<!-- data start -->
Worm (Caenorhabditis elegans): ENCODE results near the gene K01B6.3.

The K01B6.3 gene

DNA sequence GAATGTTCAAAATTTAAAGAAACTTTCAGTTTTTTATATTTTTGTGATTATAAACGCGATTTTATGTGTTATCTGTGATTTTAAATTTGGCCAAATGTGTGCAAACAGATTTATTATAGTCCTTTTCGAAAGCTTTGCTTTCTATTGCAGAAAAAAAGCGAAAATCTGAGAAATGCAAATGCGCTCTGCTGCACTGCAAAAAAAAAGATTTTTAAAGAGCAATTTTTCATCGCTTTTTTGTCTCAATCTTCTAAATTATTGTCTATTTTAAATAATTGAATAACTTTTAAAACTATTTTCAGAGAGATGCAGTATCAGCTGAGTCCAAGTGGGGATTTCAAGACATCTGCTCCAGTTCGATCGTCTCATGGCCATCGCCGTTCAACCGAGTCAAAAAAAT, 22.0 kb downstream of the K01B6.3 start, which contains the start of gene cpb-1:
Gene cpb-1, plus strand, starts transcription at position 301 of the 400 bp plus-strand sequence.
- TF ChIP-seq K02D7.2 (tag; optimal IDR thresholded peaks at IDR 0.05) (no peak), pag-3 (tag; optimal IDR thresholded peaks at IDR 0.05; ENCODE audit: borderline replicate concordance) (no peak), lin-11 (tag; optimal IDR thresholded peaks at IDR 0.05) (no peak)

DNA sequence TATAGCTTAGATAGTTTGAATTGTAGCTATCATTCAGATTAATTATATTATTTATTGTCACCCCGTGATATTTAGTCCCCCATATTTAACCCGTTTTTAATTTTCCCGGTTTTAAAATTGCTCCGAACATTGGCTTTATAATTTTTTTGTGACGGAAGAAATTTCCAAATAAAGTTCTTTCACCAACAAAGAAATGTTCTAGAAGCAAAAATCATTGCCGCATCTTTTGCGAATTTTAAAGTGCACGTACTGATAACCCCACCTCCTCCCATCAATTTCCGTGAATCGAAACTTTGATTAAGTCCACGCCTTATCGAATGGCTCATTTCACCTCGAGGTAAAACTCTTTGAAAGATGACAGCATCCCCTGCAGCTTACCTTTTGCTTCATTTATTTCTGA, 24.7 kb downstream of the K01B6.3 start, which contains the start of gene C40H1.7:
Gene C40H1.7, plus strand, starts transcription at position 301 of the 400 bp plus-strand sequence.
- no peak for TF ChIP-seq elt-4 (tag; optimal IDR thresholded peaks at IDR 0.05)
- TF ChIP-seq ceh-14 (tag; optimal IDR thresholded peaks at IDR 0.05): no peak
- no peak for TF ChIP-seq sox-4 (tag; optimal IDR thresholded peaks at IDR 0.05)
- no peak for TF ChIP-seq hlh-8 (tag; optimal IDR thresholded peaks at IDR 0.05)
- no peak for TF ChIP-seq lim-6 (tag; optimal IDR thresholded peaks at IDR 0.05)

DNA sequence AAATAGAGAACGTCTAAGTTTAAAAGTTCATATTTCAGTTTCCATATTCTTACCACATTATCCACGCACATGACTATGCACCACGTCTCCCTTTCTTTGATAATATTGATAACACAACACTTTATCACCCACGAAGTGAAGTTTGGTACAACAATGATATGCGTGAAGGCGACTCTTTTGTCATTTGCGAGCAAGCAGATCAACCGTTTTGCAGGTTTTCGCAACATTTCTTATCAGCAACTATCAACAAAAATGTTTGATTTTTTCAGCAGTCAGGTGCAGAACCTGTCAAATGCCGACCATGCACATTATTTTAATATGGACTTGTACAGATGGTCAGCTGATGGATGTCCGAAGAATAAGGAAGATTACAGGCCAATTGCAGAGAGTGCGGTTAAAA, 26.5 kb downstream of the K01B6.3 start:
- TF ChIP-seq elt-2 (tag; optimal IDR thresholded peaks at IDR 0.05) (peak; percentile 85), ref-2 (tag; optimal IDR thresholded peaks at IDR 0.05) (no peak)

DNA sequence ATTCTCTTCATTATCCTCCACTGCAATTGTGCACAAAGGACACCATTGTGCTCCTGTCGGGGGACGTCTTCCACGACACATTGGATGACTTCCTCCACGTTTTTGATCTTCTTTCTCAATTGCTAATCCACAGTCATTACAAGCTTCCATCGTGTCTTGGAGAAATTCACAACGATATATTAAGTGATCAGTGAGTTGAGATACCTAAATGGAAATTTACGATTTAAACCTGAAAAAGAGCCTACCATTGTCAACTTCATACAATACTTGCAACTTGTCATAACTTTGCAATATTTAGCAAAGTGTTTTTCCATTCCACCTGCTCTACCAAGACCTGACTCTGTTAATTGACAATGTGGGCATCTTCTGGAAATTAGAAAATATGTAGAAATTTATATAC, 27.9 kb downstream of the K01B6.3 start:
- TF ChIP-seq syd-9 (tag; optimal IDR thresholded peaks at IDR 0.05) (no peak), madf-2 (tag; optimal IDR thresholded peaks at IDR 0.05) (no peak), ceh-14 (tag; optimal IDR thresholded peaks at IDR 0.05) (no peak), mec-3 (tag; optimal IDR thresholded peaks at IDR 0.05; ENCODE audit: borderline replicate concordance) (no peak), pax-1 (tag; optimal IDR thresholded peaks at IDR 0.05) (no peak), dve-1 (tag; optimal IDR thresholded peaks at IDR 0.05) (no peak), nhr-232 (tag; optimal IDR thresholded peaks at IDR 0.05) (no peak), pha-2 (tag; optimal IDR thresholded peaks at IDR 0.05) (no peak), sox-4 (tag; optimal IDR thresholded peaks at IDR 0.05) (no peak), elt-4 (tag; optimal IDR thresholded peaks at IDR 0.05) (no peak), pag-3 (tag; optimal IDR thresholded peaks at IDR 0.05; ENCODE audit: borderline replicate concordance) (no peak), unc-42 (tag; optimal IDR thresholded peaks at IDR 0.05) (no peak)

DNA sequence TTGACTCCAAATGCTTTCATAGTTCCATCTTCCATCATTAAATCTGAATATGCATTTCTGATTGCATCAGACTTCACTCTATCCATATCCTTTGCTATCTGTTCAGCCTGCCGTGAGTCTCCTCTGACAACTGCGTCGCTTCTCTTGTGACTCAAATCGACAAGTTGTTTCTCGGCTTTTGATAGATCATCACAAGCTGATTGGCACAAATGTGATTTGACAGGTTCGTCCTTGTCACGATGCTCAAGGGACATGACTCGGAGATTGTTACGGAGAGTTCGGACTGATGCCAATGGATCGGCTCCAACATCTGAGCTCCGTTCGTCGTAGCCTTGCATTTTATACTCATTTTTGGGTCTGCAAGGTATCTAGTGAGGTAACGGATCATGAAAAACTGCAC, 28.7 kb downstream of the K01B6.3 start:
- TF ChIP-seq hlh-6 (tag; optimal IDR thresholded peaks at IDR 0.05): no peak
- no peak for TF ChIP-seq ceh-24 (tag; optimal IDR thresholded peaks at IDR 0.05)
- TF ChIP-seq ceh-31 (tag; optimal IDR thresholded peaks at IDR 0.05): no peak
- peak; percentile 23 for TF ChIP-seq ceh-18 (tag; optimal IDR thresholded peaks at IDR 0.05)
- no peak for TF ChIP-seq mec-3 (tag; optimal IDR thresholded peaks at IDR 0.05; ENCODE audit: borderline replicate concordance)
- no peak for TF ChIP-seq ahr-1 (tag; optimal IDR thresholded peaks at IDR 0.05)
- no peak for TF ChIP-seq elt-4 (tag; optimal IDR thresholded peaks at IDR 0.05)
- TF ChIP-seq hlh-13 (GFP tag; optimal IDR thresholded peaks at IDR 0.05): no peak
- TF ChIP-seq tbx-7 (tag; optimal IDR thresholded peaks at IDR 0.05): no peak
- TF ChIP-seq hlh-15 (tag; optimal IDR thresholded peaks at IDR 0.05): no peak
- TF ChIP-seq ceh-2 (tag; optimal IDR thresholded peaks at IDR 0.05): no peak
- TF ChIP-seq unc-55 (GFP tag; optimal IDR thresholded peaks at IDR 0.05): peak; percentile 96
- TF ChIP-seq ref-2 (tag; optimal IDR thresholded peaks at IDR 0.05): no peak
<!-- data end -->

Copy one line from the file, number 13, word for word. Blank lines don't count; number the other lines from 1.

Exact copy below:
DNA sequence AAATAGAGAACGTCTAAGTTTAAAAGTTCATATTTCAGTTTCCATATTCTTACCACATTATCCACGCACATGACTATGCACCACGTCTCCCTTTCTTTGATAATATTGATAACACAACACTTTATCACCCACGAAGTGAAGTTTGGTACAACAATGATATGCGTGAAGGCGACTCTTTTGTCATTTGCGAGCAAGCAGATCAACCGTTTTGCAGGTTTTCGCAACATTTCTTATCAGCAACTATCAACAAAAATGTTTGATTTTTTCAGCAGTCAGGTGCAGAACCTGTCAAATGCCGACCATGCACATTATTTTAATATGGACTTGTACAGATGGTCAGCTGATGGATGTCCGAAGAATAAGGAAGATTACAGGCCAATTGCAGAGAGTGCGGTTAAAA, 26.5 kb downstream of the K01B6.3 start: